output (scalar utility). Since the probability of receiving some utility
is equal to the probability of receiving some return for a random
variable, X, we can write the following:
𝑃(𝑋>𝑐)=𝑃(𝑢(𝑋)>𝑢(𝑐)),(11)
where
𝑐
is a constant. Using the results shown in Theorem 4.1 and
Equation 11, the FSD conditions highlighted in Section 2.4 can be
rewritten to include monotonically increasing utility functions:
𝑃(𝑢(𝑋)>𝑢(𝑧)) 𝑃(𝑢(𝑌)>𝑢(𝑧)) (12)
Denition 4.2. Let X and Y be random variables. X dominates
Y for all decision makers with a monotonically increasing utility
function if the following is true:
𝑋𝐹𝑆 𝐷 𝑌
𝑢:𝑣:𝑃(𝑢(𝑋)>𝑢(𝑣)) ≥ 𝑃(𝑢(𝑌)>𝑢(𝑣)).
In MORL, the return from the reward function is a vector, where
each element in the return vector represents an objective. To apply
FSD to MORL under the ESR criterion, random vectors must be
considered. In this case, a random vector (or multi-variate random
variable) is a vector whose components are scalar-valued random
variables on the same probability space. For simplicity, this paper
focuses on the case in which a random vector has two random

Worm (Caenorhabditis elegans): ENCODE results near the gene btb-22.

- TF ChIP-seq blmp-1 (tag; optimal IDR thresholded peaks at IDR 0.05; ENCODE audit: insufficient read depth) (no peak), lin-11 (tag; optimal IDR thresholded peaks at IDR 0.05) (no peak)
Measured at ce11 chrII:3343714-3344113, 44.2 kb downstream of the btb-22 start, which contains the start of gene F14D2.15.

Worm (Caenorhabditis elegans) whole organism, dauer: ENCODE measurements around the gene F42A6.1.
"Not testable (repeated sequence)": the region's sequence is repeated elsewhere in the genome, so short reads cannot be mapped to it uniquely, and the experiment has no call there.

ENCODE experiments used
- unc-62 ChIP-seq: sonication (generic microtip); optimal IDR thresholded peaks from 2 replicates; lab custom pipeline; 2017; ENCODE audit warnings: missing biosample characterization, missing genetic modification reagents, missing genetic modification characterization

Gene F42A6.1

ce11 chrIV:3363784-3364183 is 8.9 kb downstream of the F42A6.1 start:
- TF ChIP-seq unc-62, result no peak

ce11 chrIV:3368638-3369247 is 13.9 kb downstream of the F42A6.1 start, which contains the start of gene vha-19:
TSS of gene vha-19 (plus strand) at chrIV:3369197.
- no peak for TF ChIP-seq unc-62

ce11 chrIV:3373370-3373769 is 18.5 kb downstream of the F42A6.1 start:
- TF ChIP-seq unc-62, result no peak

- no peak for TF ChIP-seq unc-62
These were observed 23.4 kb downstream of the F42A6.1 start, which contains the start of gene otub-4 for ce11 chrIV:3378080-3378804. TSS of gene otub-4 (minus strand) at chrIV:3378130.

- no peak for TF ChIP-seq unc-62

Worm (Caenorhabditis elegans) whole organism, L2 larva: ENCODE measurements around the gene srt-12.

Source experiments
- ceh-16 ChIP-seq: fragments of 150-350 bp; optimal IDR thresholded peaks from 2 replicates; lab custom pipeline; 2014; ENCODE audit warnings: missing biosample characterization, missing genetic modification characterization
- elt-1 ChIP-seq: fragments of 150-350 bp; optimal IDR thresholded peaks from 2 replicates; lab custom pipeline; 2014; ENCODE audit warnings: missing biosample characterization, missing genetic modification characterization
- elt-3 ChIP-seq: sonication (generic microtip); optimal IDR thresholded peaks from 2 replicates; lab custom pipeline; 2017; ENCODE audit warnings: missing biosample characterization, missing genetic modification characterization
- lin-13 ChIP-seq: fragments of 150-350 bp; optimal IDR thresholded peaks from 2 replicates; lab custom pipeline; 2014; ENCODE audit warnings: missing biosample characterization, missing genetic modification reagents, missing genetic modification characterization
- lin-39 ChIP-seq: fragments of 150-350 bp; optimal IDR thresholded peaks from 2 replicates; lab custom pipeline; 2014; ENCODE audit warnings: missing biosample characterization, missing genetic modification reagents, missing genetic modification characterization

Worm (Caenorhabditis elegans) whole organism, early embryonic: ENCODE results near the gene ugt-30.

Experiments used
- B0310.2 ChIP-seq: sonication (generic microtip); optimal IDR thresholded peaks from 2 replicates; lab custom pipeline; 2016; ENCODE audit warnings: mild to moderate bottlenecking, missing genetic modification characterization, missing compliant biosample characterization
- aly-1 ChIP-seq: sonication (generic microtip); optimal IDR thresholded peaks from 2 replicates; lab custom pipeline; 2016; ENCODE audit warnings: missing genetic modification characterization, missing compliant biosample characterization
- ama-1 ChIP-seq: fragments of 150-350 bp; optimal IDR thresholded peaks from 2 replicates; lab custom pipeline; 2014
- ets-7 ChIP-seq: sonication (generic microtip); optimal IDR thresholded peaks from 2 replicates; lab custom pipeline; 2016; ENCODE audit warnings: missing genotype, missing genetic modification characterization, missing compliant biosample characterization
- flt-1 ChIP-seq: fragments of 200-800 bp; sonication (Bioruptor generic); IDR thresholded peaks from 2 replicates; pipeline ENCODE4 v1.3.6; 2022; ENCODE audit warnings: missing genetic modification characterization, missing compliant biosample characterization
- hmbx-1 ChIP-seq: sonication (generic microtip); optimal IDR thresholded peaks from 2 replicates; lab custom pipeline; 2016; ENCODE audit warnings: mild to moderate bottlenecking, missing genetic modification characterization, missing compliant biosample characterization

variables, known as the bi-variate case. FSD conditions have been
proven to hold for random vectors with
𝑛
random variables in the
works of Sriboonchitta et al. [
29
], Levhari et al. [
14
], Nakayama
et al. [
19
] and Scarsini [
28
]. In Theorem 4.3, the work of Atkinson
2
CDFs with lower probability values for a given
𝑧
are preferable. Figure 1 explains
why this is the case.
5
and Bourguignon [
2
] is distilled into a suitable Theorem for MORL.
Theorem 4.3 highlights how the conditions for FSD hold for ran-
dom vectors while satisfying the ESR criterion for a monotonically
increasing utility function,
𝑢
, where
𝑑2𝑢
𝑑𝑥1𝑑 𝑥2
0
[24]
. It is important
to note Atikson and Bourguignon [
2
] have proven Theorem 4.3
for utility functions where
𝑑2𝑢
𝑑𝑥1𝑑 𝑥2
0. We plan to extend these
conditions for MORL in a future work. In Theorem 4.3,
X
and
Y
are
random vectors where each random vector consists of two random
variables,
X=[𝑋1, 𝑋2]
and
Y=[𝑌1, 𝑌2]
.
𝐹𝑋1𝑋2
and
𝐹𝑌1𝑌2
are the
corresponding CDFs.
Theorem 4.3. A random vector,
X
, is preferred to a random vector,
Y
, by all decision makers with a monotonically increasing utility
function if, and only if, X𝐹𝑆 𝐷 Y.
X𝐹𝑆 𝐷 Y=E(𝑢(X)) ≥ E(𝑢(Y))
Proof. Since X𝐹𝑆 𝐷 Ymeans,
𝐹𝑋1𝑋2(𝑡, 𝑧 ) ≤ 𝐹𝑌1𝑌2(𝑡, 𝑧 )
The expected utility can be written as follows:
E(𝑢(X)) =
−∞
−∞
𝑢(𝑡, 𝑧 )𝑓𝑋1𝑋2(𝑡, 𝑧)𝑑𝑡𝑑𝑧
E(𝑢(Y)) =
−∞
−∞
𝑢(𝑡, 𝑧 )𝑓𝑌1𝑌2(𝑡, 𝑧 )𝑑𝑡𝑑𝑧
where
𝑓𝑋1𝑋2
and
𝑓𝑌1𝑌2
are the probability density functions of
X
and
Y
, respectively. Only the steps for the integration of
E(𝑢(X))